When I was a kid the only time I heard the word “fast” was from Catholic friends sometime around Easter. They talked about giving up chocolate or movies until after Easter. Made no sense to me! But Isaiah’s words are faith underlined, in capital letters, highlighted in red, shaped in the bold action of living, leaving religious words and usual rituals behind.
For followers of Christ, fasting is much more than a symbolic ritual, it is interrupting a familiar, enjoyable routine of your life to make room for a deeper understanding of how much God loves you and the importance of inviting the Spirit to shape and use your life to make a difference for others.
Isaiah reminds us that fasting is not the fast track to super spirituality but a focus on seeing beyond our comfort to bringing hope to those in real need. Today’s text clarifies the purpose of fasting: “Isn’t it sharing your bread with the hungry and bringing the homeless poor into your house, covering the naked when you see them, and not hiding from your own family?” (58:1-2).
I am reading these holy words against the unholy background of my world. I am thinking of the young man sitting on the other side of my church every Sunday. He sleeps at a homeless shelter, has been robbed more than once while taking a shower, constantly looks for work and does not go back where he was raised because there are no jobs in that little town. I am thinking of the woman in my Sunday School class, about 50 years old, living in a drab two-room apartment, drawing a disability check and trying her best to make it from day to day. I’m thinking of an African-American woman living in Ferguson, Mo., who works two jobs, helps her grandkids and wonders why her world is constantly in upheaval, and there seems to be scant hope.
I’m hearing Isaiah’s words with new clarity, understanding that giving up dark chocolate for Lent is not a meaningful sacrifice for me this year. My fast will be to give up my usual religious habits and make myself pay attention to the world and people around me while seeking ways I can make a difference.
Isaiah 56-66 is directed at the exiles who returned from Babylon to Judea. They found a Temple in ruin and Jerusalem’s walls reduced to rubble. The glory days were over and the world around them was still threatening. But they dreamed of restored splendor and God’s blessings, devoting themselves to prayer and rituals. But God’s response seemed slow in coming.
If they prayed fervently and returned to the thinking and political structures of David and Solomon’s days would not all be as it had been? Isaiah answers that – without a change of heart, a concern for the downtrodden and impoverished, without a faith that changed how they lived – there would be no more Jerusalem or new world.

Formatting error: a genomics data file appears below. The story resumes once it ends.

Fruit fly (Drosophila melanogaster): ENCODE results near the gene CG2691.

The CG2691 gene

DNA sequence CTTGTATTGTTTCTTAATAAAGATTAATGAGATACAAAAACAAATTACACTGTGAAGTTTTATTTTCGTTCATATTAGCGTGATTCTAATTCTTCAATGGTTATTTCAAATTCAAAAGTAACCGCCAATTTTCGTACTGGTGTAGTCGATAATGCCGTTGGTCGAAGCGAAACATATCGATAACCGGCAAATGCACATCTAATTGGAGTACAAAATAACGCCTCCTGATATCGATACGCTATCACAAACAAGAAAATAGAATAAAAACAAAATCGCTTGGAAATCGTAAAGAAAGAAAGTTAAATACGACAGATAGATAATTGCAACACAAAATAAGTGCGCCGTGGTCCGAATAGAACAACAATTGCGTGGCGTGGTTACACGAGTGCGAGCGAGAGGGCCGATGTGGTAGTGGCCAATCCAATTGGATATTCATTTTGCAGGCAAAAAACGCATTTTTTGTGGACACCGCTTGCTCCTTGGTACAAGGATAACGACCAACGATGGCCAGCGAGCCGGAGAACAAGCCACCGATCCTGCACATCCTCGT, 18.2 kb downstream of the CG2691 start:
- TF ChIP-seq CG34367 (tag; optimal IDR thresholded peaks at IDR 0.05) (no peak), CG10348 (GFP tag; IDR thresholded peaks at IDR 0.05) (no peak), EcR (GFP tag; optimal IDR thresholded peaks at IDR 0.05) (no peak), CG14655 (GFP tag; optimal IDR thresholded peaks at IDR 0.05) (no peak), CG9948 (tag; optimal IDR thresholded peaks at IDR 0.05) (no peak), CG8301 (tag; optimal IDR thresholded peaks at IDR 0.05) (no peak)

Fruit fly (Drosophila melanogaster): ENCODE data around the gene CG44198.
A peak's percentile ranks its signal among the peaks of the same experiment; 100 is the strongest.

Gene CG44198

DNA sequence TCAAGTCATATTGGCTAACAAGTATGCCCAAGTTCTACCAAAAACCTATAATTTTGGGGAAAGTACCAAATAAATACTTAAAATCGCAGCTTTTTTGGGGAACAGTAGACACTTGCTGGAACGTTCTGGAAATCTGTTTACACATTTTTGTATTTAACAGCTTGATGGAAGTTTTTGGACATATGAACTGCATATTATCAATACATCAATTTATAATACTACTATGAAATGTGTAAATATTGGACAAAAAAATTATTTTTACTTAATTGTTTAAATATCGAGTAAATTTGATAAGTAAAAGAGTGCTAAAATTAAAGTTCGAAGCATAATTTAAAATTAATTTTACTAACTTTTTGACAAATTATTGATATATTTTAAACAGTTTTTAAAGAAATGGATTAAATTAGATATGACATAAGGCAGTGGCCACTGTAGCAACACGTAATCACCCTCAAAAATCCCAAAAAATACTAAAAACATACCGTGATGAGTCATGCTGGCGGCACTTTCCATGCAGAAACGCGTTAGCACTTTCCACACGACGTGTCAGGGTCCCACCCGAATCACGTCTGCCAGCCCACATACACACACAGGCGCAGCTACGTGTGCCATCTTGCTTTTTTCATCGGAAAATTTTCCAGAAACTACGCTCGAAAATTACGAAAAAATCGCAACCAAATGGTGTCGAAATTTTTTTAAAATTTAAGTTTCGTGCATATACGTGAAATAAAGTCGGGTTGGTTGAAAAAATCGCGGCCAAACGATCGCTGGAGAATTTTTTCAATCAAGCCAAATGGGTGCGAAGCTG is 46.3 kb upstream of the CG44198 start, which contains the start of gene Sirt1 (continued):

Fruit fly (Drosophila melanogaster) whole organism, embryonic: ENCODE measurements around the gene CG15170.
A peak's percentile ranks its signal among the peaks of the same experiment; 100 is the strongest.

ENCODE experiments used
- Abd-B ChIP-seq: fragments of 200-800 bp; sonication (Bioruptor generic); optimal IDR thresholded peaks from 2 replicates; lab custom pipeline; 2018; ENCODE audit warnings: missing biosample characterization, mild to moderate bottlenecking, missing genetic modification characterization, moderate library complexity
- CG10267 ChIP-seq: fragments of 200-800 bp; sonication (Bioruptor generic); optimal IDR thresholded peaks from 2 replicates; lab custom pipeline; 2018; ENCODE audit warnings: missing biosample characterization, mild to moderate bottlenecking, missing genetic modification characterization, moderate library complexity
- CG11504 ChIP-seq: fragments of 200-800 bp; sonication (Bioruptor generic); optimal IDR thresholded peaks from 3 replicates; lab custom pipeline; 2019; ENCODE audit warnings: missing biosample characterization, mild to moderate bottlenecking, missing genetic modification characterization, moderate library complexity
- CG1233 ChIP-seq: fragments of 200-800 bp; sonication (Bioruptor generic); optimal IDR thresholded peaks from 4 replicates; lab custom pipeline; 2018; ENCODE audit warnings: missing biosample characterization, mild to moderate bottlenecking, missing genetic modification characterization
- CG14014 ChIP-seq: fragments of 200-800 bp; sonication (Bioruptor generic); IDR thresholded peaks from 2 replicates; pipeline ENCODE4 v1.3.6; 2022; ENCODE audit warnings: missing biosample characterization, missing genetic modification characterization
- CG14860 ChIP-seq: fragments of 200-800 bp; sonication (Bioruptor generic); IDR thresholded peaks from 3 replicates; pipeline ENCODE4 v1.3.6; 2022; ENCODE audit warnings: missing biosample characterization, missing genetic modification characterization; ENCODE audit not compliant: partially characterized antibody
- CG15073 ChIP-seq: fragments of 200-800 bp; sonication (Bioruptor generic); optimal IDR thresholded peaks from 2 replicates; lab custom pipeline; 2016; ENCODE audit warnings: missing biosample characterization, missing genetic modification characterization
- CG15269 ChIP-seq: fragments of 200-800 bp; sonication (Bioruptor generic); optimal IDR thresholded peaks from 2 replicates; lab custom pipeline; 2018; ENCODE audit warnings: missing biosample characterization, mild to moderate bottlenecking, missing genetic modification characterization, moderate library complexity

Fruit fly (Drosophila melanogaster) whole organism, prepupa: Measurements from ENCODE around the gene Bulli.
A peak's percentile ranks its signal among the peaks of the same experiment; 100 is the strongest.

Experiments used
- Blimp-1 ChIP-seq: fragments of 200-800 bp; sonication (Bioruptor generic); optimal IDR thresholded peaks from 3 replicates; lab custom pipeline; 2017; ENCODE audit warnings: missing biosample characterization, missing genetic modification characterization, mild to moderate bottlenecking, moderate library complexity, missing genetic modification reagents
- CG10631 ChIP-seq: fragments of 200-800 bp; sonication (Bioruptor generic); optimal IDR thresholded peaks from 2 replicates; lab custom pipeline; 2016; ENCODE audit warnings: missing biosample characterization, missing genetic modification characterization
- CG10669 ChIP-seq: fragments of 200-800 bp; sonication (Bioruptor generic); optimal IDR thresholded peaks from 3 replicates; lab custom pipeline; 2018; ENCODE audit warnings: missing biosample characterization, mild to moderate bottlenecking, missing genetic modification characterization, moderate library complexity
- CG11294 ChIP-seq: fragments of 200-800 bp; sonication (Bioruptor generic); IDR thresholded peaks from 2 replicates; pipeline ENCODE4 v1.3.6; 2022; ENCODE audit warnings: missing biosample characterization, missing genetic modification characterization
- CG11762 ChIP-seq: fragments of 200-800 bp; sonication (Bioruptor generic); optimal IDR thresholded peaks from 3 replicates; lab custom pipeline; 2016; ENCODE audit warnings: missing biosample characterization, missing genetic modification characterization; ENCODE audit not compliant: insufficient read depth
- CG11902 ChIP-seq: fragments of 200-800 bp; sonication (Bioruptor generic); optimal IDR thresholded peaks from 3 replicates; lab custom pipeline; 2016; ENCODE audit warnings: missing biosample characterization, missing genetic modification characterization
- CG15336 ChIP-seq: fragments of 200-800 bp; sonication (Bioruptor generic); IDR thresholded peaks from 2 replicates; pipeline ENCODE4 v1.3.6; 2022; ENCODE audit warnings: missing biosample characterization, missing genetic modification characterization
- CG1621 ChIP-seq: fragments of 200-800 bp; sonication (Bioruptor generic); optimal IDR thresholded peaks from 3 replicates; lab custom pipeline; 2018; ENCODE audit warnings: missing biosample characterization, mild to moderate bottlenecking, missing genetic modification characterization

This text is not a foundation for “bleeding-heart religion,” not a manifesto for a welfare state, not a call to a society where people live under a benevolent dictatorship with controlled income. This is a picture of God’s people caring for one another, for justice tempered by grace, for a society in which God is present and where it is possible to overcome injustice.
Human nature sees religion as an avenue of respectability and satisfaction, a balanced system that offers rewards and protection from trouble and failure. The Jerusalem Temple was not a monument to Israel’s glory but a reminder of God’s presence and blessings. The rituals were not an exercise to win blessings but a reminder of God’s gracious love and his call to live out that love in their actions and relationships.
Authentic worship is not detached from life. Worship includes gratitude to God and surrender of your life to him, and translates into making a difference in the world outside the church walls.
Jesus’ preaching took two forms: challenging words and surprising actions. He could debate with the greatest scholars of the Law (Mark 12:13-34), forgive a tax collector (Luke 19:1-10), heal a blind man (John 9:1-11) and point a Pharisee to spiritual life beyond keeping the Law (John 3:1-15).
There is no greater evidence that we truly worship God than our treatment of others every day. Isaiah describes this as when “you open your heart to the hungry and provide abundantly for those who are afflicted,” then “your light will shine in the darkness, and your gloom will be like the moon” (v. 10). “You will be called Mender of the Broken Walls, Restorer of Livable Streets” (v. 12). This is a remarkable contrast to the exiles’ passion to rebuild the Temple and city of Jerusalem.
Isaiah heaps powerful images on top of images if they will be a people of compassion and benevolent action, concluding, “I will let you ride on the heights of the earth; I will sustain you with the heritage of your ancestor Jacob. The mouth of the Lord has spoken” (v. 14).
Of course, we are like the people who first heard Isaiah’s message. So we must ask ourselves, “How will we translate our faith outside the church walls? “Are we able to see peoples’ needs, and what will we do to make a difference? Are we truly dependent on God, grateful for his grace every day? Do our financial records reflect a concern for those in need?”
What will you give up this Lenten season as a reminder that you can make a difference to a person living with loss, need or simply loneliness? May the grace of God be reflected in your worship inside and outside the walls of the church.
Retired after 45 years in pastoral ministry, Michael K. Olmsted enjoys family, supply preaching and interim work, literature, history, the arts and antiques.
Formations is a curriculum series from Smyth & Helwys Publishing, Inc. through NextSunday Resources.
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